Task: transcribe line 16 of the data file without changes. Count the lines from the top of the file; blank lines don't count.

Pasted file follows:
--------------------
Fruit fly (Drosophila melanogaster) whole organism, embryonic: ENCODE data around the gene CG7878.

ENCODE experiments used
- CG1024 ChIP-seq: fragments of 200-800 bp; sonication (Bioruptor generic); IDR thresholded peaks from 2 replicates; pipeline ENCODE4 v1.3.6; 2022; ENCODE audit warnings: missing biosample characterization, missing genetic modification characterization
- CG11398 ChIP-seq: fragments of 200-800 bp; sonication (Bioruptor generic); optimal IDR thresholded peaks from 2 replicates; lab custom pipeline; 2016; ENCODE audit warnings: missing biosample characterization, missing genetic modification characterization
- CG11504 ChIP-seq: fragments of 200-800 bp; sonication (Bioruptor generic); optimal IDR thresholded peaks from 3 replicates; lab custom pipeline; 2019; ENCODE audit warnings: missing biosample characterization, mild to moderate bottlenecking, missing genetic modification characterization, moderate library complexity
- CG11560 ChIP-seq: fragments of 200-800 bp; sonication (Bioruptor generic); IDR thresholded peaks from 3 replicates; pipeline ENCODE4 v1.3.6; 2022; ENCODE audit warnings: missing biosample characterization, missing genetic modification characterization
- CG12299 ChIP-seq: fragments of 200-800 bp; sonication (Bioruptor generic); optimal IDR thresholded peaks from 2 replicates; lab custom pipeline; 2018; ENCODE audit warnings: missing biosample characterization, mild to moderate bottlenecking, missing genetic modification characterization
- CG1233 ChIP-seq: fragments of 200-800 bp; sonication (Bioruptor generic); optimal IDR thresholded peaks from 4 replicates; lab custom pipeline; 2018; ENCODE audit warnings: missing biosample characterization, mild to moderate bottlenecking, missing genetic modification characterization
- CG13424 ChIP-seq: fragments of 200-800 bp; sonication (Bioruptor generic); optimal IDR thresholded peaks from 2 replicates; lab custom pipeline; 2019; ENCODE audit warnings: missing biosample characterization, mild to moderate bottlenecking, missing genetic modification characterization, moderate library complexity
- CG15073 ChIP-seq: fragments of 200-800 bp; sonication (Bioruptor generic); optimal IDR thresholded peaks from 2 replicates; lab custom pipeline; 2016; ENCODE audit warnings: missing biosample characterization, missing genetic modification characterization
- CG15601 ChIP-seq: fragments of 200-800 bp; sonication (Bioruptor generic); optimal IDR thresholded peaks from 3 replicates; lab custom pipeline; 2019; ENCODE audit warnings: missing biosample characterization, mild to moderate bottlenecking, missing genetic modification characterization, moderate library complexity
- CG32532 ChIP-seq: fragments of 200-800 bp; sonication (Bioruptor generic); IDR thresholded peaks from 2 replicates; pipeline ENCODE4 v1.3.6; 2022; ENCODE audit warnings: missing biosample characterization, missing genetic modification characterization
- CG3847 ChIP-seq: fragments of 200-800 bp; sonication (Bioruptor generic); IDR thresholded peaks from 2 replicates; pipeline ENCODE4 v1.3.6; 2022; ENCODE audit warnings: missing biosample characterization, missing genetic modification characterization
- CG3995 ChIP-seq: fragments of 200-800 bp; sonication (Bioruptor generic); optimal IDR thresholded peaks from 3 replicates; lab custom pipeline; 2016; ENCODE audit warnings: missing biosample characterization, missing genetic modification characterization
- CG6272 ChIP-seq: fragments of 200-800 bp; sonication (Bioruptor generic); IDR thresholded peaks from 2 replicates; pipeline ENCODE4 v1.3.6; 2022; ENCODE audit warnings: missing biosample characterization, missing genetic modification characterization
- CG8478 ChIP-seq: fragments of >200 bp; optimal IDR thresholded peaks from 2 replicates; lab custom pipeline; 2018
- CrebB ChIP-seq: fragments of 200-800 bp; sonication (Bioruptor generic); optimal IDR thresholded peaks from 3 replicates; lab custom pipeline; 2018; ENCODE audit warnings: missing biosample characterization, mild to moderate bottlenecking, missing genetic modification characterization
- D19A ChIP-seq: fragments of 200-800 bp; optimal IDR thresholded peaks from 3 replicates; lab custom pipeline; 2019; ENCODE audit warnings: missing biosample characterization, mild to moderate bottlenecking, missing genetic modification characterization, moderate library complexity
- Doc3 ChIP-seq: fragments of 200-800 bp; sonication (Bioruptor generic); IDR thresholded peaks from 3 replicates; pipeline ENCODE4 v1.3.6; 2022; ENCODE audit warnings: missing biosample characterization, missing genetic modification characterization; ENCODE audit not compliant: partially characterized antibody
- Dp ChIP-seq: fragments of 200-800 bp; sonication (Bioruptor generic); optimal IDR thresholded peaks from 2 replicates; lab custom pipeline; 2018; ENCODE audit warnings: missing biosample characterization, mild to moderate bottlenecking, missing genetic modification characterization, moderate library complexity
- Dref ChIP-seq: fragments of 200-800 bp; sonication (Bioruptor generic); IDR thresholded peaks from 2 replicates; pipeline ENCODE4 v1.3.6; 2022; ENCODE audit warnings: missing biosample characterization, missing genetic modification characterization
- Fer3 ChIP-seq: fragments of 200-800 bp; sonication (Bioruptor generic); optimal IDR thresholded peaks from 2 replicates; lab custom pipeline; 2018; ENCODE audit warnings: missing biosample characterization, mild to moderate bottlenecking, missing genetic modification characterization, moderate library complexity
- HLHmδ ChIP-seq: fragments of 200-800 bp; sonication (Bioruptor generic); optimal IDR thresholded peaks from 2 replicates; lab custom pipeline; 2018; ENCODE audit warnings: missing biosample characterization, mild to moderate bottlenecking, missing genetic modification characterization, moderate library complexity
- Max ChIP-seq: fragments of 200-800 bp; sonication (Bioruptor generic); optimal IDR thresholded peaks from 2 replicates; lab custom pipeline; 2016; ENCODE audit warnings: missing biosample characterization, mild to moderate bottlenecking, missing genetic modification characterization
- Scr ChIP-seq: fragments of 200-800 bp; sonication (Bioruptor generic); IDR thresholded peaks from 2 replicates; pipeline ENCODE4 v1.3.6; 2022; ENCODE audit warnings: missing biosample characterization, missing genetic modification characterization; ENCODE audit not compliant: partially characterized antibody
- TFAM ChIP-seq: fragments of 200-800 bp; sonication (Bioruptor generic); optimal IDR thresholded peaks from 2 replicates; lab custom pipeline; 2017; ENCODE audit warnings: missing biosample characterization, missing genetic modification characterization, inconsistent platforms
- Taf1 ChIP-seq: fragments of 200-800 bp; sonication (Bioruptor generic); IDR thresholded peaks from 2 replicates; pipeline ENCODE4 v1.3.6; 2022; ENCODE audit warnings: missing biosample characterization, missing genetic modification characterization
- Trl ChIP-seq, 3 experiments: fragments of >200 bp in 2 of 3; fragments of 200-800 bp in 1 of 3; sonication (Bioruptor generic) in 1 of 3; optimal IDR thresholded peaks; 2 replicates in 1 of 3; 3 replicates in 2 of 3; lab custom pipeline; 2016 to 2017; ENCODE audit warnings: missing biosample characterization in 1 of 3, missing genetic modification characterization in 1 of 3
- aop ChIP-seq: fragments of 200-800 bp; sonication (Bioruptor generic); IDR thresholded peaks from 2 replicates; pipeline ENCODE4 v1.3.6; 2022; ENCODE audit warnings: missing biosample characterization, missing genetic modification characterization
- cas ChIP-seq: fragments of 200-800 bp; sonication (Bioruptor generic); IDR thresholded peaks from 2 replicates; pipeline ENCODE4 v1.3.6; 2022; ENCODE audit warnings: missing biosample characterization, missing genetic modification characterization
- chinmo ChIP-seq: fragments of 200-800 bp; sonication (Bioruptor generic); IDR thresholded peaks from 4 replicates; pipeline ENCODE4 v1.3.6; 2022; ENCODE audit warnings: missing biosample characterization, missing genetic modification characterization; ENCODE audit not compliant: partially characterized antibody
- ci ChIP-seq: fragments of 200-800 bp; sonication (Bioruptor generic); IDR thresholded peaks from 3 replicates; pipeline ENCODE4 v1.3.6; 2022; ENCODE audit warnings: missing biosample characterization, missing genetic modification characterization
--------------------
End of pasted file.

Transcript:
- CG8478 ChIP-seq: fragments of >200 bp; optimal IDR thresholded peaks from 2 replicates; lab custom pipeline; 2018